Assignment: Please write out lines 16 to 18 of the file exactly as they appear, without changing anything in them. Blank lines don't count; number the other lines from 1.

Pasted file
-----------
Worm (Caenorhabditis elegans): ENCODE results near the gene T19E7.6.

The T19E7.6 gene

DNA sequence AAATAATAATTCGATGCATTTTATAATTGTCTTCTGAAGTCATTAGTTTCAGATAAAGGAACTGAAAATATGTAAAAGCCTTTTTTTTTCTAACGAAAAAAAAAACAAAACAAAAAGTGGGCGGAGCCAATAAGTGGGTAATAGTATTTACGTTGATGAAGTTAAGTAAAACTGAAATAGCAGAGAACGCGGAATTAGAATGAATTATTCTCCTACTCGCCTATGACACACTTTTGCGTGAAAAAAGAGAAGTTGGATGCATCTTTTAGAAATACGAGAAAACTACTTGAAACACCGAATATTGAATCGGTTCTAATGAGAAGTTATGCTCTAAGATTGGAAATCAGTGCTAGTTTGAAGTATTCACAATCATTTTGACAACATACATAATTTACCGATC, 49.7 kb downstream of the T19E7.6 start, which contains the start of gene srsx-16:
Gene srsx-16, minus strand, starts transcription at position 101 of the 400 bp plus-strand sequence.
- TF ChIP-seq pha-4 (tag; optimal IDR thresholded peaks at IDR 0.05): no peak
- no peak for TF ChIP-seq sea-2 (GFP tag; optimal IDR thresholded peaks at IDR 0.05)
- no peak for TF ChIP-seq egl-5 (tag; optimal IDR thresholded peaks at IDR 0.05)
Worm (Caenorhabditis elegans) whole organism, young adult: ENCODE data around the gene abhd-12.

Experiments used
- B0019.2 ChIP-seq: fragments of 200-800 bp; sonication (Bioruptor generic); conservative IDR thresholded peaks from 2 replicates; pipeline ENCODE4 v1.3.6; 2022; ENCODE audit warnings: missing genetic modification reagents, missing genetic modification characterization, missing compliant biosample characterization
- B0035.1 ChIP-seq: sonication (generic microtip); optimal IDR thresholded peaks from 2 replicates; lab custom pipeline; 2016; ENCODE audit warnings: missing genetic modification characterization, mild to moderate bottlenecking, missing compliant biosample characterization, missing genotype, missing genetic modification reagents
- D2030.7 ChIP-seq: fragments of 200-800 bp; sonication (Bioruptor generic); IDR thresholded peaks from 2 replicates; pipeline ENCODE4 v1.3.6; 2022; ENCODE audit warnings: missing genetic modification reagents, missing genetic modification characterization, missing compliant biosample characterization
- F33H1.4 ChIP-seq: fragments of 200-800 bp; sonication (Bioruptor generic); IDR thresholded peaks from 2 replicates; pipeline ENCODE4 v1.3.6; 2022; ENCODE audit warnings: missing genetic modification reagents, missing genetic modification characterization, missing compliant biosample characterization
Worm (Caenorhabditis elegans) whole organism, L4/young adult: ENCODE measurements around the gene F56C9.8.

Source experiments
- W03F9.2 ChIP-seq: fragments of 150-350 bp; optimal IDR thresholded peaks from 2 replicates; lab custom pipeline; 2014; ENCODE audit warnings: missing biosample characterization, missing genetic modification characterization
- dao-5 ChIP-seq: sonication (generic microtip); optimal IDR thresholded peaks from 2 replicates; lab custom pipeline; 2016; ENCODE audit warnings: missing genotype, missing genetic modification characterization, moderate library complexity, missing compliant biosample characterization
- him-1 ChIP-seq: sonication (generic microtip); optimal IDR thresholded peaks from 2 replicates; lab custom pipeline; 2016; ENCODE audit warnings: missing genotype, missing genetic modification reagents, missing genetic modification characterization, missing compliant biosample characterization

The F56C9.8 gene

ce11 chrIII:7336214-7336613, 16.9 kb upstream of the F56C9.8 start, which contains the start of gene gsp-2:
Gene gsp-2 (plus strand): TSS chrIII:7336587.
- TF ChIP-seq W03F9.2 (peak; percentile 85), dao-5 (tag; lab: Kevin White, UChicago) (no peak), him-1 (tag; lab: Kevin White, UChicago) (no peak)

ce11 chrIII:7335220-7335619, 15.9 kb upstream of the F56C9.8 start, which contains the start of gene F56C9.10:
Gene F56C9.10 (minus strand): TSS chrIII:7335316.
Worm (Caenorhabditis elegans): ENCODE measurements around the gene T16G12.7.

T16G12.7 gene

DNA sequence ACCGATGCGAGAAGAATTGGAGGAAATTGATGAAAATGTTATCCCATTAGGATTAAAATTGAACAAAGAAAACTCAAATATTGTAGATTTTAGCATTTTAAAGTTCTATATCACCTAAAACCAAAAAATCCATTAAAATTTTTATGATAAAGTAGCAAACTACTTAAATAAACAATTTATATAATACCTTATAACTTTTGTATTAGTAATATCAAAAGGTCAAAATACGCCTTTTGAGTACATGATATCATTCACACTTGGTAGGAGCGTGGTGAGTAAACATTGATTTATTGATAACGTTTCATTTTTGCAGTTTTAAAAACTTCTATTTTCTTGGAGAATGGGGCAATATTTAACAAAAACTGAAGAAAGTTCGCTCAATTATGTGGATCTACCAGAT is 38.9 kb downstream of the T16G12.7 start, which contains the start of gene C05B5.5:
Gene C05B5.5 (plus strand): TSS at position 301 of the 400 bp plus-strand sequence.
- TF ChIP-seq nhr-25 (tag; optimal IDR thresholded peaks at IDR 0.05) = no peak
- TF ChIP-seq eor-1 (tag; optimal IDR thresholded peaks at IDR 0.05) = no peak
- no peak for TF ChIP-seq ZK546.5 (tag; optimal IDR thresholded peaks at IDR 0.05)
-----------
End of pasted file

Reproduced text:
- W03F9.2 ChIP-seq: fragments of 150-350 bp; optimal IDR thresholded peaks from 2 replicates; lab custom pipeline; 2014; ENCODE audit warnings: missing biosample characterization, missing genetic modification characterization
- dao-5 ChIP-seq: sonication (generic microtip); optimal IDR thresholded peaks from 2 replicates; lab custom pipeline; 2016; ENCODE audit warnings: missing genotype, missing genetic modification characterization, moderate library complexity, missing compliant biosample characterization
- him-1 ChIP-seq: sonication (generic microtip); optimal IDR thresholded peaks from 2 replicates; lab custom pipeline; 2016; ENCODE audit warnings: missing genotype, missing genetic modification reagents, missing genetic modification characterization, missing compliant biosample characterization